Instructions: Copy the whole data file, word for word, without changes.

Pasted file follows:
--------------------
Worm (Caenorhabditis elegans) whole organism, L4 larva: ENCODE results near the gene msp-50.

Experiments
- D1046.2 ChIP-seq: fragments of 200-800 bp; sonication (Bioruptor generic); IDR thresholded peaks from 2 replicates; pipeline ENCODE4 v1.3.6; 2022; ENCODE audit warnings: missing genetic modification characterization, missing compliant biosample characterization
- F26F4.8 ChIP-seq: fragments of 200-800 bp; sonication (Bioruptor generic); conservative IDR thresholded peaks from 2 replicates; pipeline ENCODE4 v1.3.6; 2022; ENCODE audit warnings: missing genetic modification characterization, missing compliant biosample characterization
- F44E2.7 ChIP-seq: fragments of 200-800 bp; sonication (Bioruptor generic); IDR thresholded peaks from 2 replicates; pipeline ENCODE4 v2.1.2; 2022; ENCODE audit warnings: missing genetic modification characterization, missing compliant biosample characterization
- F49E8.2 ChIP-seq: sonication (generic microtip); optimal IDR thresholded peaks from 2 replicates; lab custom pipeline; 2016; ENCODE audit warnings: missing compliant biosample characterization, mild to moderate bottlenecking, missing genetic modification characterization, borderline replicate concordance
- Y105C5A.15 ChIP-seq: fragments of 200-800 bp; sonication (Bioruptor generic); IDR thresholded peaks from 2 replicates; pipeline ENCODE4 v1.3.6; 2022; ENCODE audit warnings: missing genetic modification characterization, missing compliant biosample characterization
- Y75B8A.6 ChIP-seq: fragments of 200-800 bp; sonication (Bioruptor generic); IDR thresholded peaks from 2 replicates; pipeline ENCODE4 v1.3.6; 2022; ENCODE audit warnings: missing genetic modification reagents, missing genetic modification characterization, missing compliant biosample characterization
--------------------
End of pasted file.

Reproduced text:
Worm (Caenorhabditis elegans) whole organism, L4 larva: ENCODE results near the gene msp-50.

Experiments
- D1046.2 ChIP-seq: fragments of 200-800 bp; sonication (Bioruptor generic); IDR thresholded peaks from 2 replicates; pipeline ENCODE4 v1.3.6; 2022; ENCODE audit warnings: missing genetic modification characterization, missing compliant biosample characterization
- F26F4.8 ChIP-seq: fragments of 200-800 bp; sonication (Bioruptor generic); conservative IDR thresholded peaks from 2 replicates; pipeline ENCODE4 v1.3.6; 2022; ENCODE audit warnings: missing genetic modification characterization, missing compliant biosample characterization
- F44E2.7 ChIP-seq: fragments of 200-800 bp; sonication (Bioruptor generic); IDR thresholded peaks from 2 replicates; pipeline ENCODE4 v2.1.2; 2022; ENCODE audit warnings: missing genetic modification characterization, missing compliant biosample characterization
- F49E8.2 ChIP-seq: sonication (generic microtip); optimal IDR thresholded peaks from 2 replicates; lab custom pipeline; 2016; ENCODE audit warnings: missing compliant biosample characterization, mild to moderate bottlenecking, missing genetic modification characterization, borderline replicate concordance
- Y105C5A.15 ChIP-seq: fragments of 200-800 bp; sonication (Bioruptor generic); IDR thresholded peaks from 2 replicates; pipeline ENCODE4 v1.3.6; 2022; ENCODE audit warnings: missing genetic modification characterization, missing compliant biosample characterization
- Y75B8A.6 ChIP-seq: fragments of 200-800 bp; sonication (Bioruptor generic); IDR thresholded peaks from 2 replicates; pipeline ENCODE4 v1.3.6; 2022; ENCODE audit warnings: missing genetic modification reagents, missing genetic modification characterization, missing compliant biosample characterization